Unions scapegoated as vulture capital firm liquidates Hostess

Filed in National by on November 16, 2012

We all see what is happening, right? Hostess management claims that greedy striking workers are responsible for plant closings, and the lap dog press reports it even though the Wall Street owners of Hostess already planned to close plants even if the workers accepted the cuts and stayed at work.

Baker’s Union President Frank Hurt says the workers knew the score all along:

Our members know that the plans all along of the Wall Street investors currently in control of this company did not include the operation of Hostess Brands any longer than it takes to sell the company in whole—or in part—in a way that will maximize the profits of these vulture capitalists regardless of the impact on the workforce.

As reported nowhere, except Daily Kos (and maybe ‘Democracy Now!’) – “Workers were being asked to accept cuts, but top executives had gotten massive raises as Hostess was about to enter bankruptcy. Investments in the company’s future that had been promised as part of restructuring after the previous bankruptcy were never made. And as for the management, put in place by the private equity companies that now own Hostess, Hurt says:”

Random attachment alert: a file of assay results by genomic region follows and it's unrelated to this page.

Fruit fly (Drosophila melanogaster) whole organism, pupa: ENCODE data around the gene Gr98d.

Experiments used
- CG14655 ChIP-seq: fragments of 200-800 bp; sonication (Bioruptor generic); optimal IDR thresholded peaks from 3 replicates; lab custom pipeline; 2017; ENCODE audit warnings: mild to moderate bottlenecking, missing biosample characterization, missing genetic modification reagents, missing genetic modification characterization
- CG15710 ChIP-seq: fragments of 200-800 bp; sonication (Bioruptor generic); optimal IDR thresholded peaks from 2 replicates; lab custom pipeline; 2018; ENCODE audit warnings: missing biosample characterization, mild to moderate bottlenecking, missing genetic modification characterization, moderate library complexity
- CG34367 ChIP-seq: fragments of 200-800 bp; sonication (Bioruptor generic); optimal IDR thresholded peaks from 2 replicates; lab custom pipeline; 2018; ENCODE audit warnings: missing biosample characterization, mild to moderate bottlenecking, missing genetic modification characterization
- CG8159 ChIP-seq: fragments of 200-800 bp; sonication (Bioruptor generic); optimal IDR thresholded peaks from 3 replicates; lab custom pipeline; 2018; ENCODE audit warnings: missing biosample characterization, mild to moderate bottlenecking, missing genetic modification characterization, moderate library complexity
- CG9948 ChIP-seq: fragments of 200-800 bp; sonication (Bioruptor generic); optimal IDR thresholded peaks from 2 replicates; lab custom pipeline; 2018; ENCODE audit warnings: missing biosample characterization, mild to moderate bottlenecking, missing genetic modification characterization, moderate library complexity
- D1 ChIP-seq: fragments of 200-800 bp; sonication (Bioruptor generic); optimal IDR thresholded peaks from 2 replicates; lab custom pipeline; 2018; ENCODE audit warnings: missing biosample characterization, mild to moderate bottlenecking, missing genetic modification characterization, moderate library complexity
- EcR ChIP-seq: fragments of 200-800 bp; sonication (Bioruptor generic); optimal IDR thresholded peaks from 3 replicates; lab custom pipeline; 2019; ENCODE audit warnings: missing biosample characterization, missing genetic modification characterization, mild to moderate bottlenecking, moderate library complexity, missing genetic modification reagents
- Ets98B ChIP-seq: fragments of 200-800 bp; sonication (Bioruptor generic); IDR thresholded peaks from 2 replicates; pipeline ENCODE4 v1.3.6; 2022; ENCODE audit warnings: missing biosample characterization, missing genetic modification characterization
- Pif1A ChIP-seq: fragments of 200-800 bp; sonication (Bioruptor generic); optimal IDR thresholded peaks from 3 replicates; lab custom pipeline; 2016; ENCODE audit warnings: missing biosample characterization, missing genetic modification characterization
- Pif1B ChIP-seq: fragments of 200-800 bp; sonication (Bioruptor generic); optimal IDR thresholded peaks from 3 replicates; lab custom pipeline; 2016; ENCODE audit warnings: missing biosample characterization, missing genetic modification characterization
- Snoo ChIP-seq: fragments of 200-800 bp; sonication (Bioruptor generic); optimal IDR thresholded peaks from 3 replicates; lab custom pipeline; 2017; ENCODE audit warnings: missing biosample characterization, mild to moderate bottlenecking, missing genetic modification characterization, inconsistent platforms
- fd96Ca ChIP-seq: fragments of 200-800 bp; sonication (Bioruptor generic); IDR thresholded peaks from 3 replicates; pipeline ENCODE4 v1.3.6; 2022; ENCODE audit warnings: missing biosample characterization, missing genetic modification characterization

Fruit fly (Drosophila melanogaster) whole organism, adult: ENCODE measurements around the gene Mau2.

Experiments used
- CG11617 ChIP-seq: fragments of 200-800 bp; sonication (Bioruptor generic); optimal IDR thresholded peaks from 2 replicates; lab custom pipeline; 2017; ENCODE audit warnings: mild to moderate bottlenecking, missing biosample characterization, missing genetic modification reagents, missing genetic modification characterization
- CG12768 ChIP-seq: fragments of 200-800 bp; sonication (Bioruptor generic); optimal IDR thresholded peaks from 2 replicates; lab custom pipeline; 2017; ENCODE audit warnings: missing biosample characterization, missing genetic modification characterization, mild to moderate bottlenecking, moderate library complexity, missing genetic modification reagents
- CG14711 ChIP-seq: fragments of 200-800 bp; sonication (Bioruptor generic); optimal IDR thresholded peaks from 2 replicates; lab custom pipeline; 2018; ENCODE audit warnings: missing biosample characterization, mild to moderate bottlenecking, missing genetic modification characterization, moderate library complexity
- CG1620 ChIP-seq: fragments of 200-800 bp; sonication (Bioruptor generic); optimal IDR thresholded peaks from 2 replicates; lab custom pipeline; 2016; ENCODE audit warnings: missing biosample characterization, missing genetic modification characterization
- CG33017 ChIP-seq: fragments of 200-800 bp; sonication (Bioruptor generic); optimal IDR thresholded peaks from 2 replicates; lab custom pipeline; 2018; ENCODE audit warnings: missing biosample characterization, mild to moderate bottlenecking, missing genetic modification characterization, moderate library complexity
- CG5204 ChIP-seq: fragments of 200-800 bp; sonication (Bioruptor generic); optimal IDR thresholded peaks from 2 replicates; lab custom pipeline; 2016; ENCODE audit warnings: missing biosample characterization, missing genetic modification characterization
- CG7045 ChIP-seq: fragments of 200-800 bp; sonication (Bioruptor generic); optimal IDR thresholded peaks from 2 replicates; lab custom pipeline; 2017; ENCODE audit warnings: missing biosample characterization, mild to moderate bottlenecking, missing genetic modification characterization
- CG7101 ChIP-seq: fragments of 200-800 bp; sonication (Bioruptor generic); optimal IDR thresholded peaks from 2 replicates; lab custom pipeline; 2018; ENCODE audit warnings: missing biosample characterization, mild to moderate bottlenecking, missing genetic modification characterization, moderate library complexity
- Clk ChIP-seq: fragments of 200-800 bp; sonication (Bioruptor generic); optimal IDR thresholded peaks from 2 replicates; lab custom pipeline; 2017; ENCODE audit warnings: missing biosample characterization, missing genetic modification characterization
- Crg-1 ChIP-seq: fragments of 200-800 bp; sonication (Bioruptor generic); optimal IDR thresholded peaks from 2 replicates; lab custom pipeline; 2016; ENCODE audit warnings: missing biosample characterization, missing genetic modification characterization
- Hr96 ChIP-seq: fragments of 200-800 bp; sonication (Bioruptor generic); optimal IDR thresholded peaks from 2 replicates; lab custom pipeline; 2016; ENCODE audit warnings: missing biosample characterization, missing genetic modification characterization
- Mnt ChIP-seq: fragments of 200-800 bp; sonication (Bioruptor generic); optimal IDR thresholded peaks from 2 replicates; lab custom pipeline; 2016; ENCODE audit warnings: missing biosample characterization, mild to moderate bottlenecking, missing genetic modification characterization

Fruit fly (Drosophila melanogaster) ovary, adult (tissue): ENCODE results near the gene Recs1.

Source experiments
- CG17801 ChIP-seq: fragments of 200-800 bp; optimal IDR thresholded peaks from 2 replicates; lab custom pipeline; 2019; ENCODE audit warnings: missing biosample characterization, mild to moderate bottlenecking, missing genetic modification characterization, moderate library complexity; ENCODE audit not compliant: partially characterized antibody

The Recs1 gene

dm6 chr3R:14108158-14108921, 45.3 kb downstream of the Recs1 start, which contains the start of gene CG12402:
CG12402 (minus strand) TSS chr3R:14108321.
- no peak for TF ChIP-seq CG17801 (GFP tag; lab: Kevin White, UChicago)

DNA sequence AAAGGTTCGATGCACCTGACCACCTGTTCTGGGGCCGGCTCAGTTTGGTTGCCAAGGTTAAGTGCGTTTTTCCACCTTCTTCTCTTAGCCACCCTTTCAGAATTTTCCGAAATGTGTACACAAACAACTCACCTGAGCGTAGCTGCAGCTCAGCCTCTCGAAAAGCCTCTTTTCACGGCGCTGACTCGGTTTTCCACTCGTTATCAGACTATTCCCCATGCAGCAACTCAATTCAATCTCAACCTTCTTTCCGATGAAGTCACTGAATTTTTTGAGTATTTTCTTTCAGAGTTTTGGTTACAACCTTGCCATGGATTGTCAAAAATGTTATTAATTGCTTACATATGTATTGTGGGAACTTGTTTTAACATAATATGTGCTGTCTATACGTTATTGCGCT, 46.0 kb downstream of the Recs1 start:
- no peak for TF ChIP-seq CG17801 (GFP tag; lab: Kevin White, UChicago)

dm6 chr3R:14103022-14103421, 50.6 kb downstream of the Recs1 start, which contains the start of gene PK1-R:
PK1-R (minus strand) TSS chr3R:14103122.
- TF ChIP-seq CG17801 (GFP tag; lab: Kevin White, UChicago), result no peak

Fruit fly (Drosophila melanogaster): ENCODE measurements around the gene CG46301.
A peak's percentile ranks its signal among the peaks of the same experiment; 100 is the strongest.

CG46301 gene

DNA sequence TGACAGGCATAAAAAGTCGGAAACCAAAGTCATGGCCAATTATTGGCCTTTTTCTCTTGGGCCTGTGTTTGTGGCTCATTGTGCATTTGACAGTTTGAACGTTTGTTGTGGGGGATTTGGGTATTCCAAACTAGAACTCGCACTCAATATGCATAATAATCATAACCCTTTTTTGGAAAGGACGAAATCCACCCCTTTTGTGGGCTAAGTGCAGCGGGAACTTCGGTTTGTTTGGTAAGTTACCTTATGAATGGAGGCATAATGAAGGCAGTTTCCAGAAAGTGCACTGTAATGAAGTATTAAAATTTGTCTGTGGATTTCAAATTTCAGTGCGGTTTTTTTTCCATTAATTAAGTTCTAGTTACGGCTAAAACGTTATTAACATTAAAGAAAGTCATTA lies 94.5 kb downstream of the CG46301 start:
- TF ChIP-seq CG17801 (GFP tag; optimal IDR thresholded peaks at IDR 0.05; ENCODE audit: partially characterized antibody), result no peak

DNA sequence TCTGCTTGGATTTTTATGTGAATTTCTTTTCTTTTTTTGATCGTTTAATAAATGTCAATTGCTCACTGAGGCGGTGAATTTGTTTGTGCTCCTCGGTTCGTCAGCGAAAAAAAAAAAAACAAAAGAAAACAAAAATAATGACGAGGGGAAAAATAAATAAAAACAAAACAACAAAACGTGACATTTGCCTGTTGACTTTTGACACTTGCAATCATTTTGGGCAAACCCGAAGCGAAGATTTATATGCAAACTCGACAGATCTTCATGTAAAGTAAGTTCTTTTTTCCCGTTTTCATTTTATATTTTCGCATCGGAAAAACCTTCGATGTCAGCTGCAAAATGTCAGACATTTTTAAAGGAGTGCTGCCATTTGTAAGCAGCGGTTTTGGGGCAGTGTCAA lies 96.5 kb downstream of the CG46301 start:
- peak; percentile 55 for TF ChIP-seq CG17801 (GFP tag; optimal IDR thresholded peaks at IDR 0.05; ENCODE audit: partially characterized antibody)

Unfortunately however, for the past eight years management of the company has been in the hands of Wall Street investors, “restructuring experts”, third-tier managers from other non-baking food companies and currently a “liquidation specialist”. Six CEO’s in eight years, none of whom with any bread and cake baking industry experience, was the prescription for failure.

Maybe having just defeated one of the “job creators” in an election, the public will be clued into how these “investors” operate. I’m not holding my breath waiting for the real story to be reported in the main stream media though.